Out of the Fire into the Frying-pan? From Fires to Hazardous & Noxious Substances and SAR
Juho Kurttio, Deputy Manager of the Finnish Border Guard’s Baltic Sea Maritime Incident Response Group (MIRG) Project, writes at the conclusion of the project:
The Baltic Sea MIRG project (see ‘Ship fires in the Baltic’ in the December 2016 edition of LIFE LINE) has now ended and we here at the Finnish Border Guard would like to thank all who have taken part in the project. Especially we would like to express our gratitude to all partners and stakeholders for your efforts, valuable contributions and cooperation. It really has been a great experience with great results!
In addition, we would like to thank all MIRG actors across Europe for your valuable inputs, comments and ideas — direct or indirect. Without your great cooperation none of the project's results would have seen daylight!
The Baltic Sea MIRG project's results (5 reports), including the operational guidelines and a summary report which contains the key results and future recommendations, can be found on the project website: www.raja.fi/MIRG.
As the Baltic Sea MIRG project made contributions to the international MIRG operating environment on the Baltic Sea, one important point should be made regarding cooperation and co-work. One significant consequence of earlier and ongoing MIRG projects across Europe has been the formation of an informal MIRG expert network — and we think this has shown in this project and should be cherished in future as it is one of the most important results for future MIRG development.
We are now shifting our focus to another project as the Finnish Border Guard is participating as a partner in the ChemSAR project 2016-2019, which will again utilise MIRG knowledge and experience.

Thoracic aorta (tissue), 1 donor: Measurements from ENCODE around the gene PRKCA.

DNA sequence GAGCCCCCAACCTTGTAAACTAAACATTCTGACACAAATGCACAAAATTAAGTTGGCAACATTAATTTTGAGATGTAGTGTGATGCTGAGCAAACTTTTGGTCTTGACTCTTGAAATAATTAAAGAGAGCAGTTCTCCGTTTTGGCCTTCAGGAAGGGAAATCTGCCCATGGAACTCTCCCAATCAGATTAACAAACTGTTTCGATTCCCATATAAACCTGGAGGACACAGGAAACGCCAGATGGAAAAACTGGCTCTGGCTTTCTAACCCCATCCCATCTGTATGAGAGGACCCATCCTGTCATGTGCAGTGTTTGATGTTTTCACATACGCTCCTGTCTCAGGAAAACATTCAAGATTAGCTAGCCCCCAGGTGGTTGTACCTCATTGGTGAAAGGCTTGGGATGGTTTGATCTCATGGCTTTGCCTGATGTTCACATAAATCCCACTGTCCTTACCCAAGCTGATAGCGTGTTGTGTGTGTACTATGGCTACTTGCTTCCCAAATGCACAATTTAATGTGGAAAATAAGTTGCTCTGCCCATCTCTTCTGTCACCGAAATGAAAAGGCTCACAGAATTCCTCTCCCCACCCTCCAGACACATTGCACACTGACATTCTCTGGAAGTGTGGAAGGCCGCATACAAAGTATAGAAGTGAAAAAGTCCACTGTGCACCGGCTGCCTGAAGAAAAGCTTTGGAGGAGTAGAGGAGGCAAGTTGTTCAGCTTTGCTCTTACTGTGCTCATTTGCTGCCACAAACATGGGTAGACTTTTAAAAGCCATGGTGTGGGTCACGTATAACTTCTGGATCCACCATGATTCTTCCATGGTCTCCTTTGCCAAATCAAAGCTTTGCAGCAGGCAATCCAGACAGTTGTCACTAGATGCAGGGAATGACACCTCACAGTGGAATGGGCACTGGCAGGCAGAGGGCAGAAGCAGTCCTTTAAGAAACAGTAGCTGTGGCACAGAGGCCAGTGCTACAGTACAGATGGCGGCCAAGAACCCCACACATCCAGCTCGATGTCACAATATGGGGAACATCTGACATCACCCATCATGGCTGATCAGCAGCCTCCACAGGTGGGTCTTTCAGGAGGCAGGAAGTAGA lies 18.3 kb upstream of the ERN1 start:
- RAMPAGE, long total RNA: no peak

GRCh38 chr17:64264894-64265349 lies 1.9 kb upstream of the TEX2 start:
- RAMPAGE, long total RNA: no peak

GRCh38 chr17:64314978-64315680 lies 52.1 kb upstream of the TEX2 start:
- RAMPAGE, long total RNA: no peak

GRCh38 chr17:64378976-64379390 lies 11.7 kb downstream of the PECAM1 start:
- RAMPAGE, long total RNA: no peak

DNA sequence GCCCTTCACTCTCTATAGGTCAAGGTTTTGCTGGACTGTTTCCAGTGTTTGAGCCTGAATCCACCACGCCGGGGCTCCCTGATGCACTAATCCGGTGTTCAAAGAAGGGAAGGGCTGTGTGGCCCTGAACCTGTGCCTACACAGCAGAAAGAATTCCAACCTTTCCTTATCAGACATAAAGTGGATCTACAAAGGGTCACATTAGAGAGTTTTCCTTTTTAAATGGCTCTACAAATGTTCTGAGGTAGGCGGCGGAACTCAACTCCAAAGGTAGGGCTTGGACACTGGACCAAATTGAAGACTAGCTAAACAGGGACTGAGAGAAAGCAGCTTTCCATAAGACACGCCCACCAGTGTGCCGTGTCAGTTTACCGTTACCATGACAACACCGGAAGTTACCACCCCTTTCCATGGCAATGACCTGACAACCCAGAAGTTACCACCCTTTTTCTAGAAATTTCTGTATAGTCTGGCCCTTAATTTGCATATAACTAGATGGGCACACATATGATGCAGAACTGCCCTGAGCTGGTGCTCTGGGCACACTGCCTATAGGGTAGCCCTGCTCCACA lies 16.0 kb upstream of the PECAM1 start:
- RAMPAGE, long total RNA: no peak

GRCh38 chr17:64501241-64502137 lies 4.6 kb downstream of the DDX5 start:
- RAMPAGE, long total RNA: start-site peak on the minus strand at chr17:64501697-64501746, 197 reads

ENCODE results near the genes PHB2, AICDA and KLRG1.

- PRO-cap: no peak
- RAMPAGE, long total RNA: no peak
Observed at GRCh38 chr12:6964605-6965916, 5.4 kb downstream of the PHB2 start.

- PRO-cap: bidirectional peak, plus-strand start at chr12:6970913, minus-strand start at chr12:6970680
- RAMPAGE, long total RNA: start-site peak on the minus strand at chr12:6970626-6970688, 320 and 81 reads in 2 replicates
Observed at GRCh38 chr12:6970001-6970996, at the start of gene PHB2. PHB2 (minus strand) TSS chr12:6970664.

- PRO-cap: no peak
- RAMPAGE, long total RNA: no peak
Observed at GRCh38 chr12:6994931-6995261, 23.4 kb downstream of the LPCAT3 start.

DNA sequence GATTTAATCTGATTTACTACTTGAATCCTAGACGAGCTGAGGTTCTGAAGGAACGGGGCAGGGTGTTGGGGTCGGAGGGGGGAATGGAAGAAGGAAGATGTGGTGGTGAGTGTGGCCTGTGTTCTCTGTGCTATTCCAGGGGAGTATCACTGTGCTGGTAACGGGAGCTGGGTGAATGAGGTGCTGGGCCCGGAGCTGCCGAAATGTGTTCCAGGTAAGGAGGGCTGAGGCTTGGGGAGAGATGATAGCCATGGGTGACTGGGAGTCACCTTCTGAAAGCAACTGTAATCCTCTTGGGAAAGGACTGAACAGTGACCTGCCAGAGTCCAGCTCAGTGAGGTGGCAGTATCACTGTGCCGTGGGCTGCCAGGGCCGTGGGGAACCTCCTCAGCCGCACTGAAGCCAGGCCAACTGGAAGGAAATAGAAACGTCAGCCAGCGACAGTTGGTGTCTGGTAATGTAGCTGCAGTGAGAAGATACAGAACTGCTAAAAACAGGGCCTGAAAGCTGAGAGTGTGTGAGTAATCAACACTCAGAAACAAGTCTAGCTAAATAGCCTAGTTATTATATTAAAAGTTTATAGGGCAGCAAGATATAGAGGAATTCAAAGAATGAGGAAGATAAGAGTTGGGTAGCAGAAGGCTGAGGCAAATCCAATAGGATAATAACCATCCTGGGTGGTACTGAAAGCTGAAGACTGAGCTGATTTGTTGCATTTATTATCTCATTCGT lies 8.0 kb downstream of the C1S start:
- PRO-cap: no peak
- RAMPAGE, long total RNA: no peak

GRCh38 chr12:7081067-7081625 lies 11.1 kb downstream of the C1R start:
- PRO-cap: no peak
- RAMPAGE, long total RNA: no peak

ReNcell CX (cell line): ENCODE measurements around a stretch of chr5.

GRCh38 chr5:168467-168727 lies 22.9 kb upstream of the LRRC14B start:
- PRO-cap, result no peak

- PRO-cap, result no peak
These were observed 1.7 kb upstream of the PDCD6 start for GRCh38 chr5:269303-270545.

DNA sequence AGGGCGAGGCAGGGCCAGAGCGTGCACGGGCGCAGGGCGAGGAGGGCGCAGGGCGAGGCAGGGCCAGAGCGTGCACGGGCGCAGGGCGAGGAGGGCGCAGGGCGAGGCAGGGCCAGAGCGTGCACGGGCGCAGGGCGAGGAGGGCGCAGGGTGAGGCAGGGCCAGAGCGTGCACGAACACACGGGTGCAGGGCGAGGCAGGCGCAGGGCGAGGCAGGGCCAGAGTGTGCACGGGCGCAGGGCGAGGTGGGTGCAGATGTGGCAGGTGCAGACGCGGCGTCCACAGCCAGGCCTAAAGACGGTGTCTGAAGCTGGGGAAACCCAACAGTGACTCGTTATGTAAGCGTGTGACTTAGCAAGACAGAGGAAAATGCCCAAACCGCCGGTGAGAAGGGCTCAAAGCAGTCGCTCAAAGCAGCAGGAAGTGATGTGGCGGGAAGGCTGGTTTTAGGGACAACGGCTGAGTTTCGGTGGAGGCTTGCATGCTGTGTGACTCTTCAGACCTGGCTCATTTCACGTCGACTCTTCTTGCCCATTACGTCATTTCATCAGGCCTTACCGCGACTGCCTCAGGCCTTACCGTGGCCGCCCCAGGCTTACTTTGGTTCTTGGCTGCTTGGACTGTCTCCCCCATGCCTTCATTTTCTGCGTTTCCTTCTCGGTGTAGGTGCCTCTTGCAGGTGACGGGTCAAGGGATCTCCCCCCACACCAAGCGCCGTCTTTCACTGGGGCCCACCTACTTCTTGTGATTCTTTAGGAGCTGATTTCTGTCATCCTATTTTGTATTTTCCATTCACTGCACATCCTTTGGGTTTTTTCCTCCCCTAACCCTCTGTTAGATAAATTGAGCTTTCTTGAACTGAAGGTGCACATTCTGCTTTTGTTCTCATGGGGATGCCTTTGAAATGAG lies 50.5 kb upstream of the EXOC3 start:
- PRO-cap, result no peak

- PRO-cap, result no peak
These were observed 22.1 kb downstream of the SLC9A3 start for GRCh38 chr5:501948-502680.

There is a lack of operational plans and standard operational procedures (SOPs) for SAR operations applicable to cases of hazardous and noxious substances (HNS) incidents in the Baltic Sea Region, according to rescue authorities and study reports. There are large quantities of different chemicals transported by sea and the risk of accidents exists. Demanding maritime accidents are almost always international in nature in the Baltic, which emphasises the significance of common procedures and common level of know-how in saving human lives at sea.
The ChemSAR project will create the operational plans and SOPs needed so that the lives of the rescue crews will be protected and the impact on the environment will be minimised. It will develop e-learning material to enhance and harmonize the level of know-how to ensure safe rescue operations and a chemical data bank to act as the basis for information-seeking in rescue operations and e-learning. The project outcome will be piloted in a chart exercise and in an international rescue exercise at sea to test the applicability of the project results in practice.
The Baltic Sea countries have different national practices for maritime HNS accidents but these incidents call for joint rescue operations and procedures. The project partners represent the rescue authorities; the project's main target groups. Altogether nine project partners from five countries in the Baltic Sea Region will take part. The total budget of the project is €2.5m and is partly financed by the Interreg Baltic Sea Region programme.
If you have any questions, inquiries or comments to make, please contact firstname.lastname@example.org. (Please note that the MIRG project e-mail address previously disseminated will eventually be shut down.)